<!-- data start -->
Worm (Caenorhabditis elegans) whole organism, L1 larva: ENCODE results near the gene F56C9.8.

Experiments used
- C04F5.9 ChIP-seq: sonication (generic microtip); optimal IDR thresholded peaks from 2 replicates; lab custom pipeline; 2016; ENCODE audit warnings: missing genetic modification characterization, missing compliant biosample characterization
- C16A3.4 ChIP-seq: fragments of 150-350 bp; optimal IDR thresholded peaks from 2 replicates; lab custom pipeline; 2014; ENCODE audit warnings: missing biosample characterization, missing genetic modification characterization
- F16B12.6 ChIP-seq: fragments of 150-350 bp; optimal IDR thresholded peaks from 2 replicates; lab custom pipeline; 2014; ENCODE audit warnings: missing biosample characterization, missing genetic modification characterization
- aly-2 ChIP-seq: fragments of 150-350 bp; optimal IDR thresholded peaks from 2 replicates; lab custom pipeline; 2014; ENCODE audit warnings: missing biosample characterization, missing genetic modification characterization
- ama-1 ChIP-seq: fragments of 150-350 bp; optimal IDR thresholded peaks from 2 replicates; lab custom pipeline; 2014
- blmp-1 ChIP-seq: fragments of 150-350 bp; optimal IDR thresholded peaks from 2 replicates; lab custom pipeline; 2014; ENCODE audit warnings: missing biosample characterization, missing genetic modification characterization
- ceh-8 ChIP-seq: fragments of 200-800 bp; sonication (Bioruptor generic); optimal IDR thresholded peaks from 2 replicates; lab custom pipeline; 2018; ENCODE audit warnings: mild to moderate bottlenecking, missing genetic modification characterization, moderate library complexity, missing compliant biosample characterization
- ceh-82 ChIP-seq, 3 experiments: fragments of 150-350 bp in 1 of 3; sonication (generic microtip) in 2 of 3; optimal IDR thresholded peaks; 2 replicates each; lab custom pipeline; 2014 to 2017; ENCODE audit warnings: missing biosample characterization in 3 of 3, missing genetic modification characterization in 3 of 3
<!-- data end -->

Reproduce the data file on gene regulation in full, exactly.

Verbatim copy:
Worm (Caenorhabditis elegans) whole organism, L1 larva: ENCODE results near the gene F56C9.8.

Experiments used
- C04F5.9 ChIP-seq: sonication (generic microtip); optimal IDR thresholded peaks from 2 replicates; lab custom pipeline; 2016; ENCODE audit warnings: missing genetic modification characterization, missing compliant biosample characterization
- C16A3.4 ChIP-seq: fragments of 150-350 bp; optimal IDR thresholded peaks from 2 replicates; lab custom pipeline; 2014; ENCODE audit warnings: missing biosample characterization, missing genetic modification characterization
- F16B12.6 ChIP-seq: fragments of 150-350 bp; optimal IDR thresholded peaks from 2 replicates; lab custom pipeline; 2014; ENCODE audit warnings: missing biosample characterization, missing genetic modification characterization
- aly-2 ChIP-seq: fragments of 150-350 bp; optimal IDR thresholded peaks from 2 replicates; lab custom pipeline; 2014; ENCODE audit warnings: missing biosample characterization, missing genetic modification characterization
- ama-1 ChIP-seq: fragments of 150-350 bp; optimal IDR thresholded peaks from 2 replicates; lab custom pipeline; 2014
- blmp-1 ChIP-seq: fragments of 150-350 bp; optimal IDR thresholded peaks from 2 replicates; lab custom pipeline; 2014; ENCODE audit warnings: missing biosample characterization, missing genetic modification characterization
- ceh-8 ChIP-seq: fragments of 200-800 bp; sonication (Bioruptor generic); optimal IDR thresholded peaks from 2 replicates; lab custom pipeline; 2018; ENCODE audit warnings: mild to moderate bottlenecking, missing genetic modification characterization, moderate library complexity, missing compliant biosample characterization
- ceh-82 ChIP-seq, 3 experiments: fragments of 150-350 bp in 1 of 3; sonication (generic microtip) in 2 of 3; optimal IDR thresholded peaks; 2 replicates each; lab custom pipeline; 2014 to 2017; ENCODE audit warnings: missing biosample characterization in 3 of 3, missing genetic modification characterization in 3 of 3